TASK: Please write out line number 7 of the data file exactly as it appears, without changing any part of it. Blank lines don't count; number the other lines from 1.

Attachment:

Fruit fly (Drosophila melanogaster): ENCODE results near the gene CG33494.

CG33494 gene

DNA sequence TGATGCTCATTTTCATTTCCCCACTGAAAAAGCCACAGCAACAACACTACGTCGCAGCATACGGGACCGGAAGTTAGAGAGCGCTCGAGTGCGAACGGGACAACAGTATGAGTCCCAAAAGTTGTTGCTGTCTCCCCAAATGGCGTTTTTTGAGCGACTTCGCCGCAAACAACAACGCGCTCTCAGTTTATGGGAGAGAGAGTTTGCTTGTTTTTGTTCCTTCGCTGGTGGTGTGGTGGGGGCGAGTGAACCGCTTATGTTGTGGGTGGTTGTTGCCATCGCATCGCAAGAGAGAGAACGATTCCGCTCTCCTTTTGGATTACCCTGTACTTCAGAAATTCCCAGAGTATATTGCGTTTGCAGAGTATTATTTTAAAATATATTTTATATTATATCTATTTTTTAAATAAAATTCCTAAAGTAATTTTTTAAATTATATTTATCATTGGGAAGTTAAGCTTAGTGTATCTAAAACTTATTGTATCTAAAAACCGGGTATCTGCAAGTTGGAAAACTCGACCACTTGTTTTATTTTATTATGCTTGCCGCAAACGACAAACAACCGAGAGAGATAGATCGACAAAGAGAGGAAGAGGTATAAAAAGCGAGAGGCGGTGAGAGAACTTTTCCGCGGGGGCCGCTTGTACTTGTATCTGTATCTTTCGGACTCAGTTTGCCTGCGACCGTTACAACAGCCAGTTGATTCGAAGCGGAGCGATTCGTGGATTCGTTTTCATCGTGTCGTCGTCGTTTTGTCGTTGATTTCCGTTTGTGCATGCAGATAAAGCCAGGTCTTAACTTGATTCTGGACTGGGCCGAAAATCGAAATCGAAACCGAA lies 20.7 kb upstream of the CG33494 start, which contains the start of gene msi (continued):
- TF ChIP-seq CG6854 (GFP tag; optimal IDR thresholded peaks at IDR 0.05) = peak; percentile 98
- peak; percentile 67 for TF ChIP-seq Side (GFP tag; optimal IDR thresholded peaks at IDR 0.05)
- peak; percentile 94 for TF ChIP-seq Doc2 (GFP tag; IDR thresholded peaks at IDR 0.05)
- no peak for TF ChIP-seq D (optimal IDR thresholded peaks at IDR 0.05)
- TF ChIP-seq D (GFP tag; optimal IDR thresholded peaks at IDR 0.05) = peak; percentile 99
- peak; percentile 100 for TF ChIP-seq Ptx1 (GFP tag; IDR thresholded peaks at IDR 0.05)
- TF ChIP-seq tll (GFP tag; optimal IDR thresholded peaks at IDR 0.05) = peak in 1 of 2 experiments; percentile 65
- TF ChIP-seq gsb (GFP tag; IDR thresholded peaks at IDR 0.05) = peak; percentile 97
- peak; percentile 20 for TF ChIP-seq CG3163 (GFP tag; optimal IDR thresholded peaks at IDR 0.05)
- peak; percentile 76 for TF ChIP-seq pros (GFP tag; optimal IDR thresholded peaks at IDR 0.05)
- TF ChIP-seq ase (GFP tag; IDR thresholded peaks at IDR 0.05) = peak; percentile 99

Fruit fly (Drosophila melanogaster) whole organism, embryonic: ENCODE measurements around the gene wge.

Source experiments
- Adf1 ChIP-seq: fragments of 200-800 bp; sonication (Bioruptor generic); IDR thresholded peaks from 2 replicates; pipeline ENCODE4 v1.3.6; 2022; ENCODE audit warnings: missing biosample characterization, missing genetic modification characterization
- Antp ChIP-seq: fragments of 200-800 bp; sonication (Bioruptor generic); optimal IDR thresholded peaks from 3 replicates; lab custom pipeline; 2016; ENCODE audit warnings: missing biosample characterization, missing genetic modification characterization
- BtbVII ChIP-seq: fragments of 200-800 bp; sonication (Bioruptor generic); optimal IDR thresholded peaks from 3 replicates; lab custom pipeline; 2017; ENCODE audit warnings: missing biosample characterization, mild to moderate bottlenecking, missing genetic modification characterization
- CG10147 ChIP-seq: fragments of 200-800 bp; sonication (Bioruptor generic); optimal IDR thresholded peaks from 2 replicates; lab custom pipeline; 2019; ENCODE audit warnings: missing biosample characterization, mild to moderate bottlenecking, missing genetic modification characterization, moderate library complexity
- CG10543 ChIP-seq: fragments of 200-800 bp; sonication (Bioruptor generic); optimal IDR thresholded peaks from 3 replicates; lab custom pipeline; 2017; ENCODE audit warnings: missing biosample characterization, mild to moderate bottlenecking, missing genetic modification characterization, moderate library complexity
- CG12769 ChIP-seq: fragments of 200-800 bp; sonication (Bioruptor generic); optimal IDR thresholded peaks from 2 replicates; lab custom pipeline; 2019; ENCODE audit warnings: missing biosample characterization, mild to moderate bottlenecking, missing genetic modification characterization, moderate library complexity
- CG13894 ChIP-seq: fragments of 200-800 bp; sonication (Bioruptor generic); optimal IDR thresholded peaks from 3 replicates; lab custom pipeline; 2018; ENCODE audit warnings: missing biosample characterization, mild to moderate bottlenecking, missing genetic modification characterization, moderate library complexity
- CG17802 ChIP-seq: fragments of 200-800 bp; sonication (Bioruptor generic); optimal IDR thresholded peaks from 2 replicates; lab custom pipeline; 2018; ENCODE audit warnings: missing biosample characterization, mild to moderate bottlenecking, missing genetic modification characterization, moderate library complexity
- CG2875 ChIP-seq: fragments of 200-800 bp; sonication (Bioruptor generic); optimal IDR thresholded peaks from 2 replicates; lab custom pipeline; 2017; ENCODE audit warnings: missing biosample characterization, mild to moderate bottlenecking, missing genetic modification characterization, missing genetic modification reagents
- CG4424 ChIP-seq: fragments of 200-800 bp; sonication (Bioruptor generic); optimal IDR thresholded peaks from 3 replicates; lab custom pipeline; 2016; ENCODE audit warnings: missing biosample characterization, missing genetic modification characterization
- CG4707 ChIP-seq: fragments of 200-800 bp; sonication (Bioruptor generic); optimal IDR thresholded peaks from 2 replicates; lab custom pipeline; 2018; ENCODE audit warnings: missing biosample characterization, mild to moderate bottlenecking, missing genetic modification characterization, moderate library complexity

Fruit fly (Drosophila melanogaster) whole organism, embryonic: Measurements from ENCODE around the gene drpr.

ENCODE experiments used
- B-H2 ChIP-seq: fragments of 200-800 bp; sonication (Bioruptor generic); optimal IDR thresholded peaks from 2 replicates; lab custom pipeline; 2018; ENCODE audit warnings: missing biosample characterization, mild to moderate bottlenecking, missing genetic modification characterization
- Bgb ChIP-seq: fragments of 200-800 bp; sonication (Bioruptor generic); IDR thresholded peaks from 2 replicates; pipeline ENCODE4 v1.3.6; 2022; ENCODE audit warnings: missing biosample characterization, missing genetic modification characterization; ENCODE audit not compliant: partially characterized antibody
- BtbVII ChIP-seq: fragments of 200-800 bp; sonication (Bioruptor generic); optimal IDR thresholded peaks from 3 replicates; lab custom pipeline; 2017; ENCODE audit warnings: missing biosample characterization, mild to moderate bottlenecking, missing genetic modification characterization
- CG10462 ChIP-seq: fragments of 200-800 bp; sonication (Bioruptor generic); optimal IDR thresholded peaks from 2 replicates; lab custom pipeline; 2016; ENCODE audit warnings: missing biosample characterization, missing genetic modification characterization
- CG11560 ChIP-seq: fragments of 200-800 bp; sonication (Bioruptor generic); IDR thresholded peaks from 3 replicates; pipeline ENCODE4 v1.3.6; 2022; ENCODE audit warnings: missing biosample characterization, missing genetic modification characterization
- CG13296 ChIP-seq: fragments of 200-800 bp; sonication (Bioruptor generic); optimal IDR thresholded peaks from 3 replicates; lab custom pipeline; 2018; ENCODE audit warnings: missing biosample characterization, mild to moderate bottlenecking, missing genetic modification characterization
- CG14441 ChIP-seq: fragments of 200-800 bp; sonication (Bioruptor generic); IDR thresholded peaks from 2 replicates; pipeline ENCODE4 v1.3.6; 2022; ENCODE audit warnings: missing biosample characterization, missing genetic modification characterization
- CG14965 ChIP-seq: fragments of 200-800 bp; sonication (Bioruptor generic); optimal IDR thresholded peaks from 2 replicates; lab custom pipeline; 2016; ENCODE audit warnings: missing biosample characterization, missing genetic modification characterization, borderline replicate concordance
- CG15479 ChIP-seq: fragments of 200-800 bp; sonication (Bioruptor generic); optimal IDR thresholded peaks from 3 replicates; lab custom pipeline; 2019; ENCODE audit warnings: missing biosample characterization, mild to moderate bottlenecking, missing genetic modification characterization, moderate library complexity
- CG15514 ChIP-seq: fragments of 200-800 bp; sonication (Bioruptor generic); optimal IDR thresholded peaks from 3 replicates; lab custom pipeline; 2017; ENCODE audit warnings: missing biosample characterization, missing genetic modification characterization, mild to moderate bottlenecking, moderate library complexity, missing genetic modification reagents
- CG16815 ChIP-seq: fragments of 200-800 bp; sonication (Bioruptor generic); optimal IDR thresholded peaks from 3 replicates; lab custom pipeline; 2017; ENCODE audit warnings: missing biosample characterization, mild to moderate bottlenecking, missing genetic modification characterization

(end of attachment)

- no peak for TF ChIP-seq D (optimal IDR thresholded peaks at IDR 0.05)